There was something that attracted my attention in this book besides the subject. So, let me tell you about my recent find: this pamphlet about the history of the book written by a Russian literary scientist and bibliognost Vladimir Bush.
When I friended Ingeir Djuvik early in 2016, I didn't know what an inspiring treasure I found. He hasn't stopped to amaze me with his bindings since. And at the end of this August, he received a prize from the British Society of Bookbinders.
While browsing YouTube, I stumbled across a channel of the Peter Harrington Bookshop. It showcases many beautiful works of book art. Lots of videos were posted there, until some moment last year they, unfortunately, stopped making new content.
I've been to Nice recently, and couldn't miss the chance to visit the local book market. It happens every Saturday at the Palace of Justice Square. There I found this nice bookbinding tutorial first published in 1914.
Dos Rapporté by Bookbinding Out of the Box. One of the Best Printed Bookbinding Tutorials I Have Ever Seen
Benjamin Elbel has recently launched a new project. Its name is quite self-explanatory: Bookbinding out of the box. However, if you know something about the works of Elbel Libro, you should guess that it is not as straightforward as it seems!
When you start out in bookbinding, you usually use blank white paper. Your first, second, and maybe even your third book are all empty pages waiting to be filled. Now be honest with me: how many of you have ever actually written anything in those books?
My recent visit to the National Museum of Contemporary Art (MNAC) in Bucharest, Romania, had made me muse on what exactly the book is as a medium. There are purists who would tell you that codex (with some basic alterations) is the only valid format. In the modern world of electronic media, this view seems to me a bit narrow. Even more, if you consider the long and diverse history of the book, you will see that codex may be a prominent format today, but it is only a small part of all of the invented book formats. Continue reading →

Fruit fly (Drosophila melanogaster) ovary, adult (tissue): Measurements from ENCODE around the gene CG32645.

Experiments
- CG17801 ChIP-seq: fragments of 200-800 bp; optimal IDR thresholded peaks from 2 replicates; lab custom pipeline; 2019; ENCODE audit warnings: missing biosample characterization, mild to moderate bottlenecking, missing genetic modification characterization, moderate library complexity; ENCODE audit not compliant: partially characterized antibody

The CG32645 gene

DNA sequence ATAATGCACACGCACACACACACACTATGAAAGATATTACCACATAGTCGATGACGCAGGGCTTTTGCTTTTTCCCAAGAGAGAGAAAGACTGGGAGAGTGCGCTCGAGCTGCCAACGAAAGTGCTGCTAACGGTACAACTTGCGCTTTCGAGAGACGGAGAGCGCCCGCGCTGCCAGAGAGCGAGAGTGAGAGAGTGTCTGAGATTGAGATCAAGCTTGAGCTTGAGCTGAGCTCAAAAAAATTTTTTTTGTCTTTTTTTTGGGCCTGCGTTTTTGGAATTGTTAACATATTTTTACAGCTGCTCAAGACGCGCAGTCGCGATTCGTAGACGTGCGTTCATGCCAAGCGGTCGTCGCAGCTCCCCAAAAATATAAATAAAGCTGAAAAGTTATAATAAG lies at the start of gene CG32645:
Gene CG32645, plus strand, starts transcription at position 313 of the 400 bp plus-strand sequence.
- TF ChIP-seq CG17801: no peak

It already has been a month since I’ve started teaching kids bookbinding. We’ve covered Coptic binding, Japanese binding (I’ve told them about Chinese and Korean binding too), and long-stitch binding. This time I decided to teach them something boring. Just to understand how to cover some other topics and, especially, how to teach them separate processes of bookbinding, when a student doesn’t get a finished book at the end of a 2-hour class. Continue reading →
Following on from our most popular posts ‘Top 10 Secret Belgian Binding Tutorials‘ and our infamous ‘Top 15 Japanese Stab Binding Tutorials on the Internet‘ I decided to put together a collection of the best long-stitch bookbinding tutorials on the internet. Continue reading →
Following one of our most popular posts Top 10 Coptic Stitch Binding Tutorials on the Internet we have decided to do a post on the top 15 of the best Japanese Stab Binding instructions and tutorials we could find on the web (also known as the Traditional Chinese Binding Method though there are noticeable differences between the two). On this page you’ll also find a collection of video tutorials and many Japanese stab binding related resources. We hope it serves as a good resource for some of you out there. Continue reading →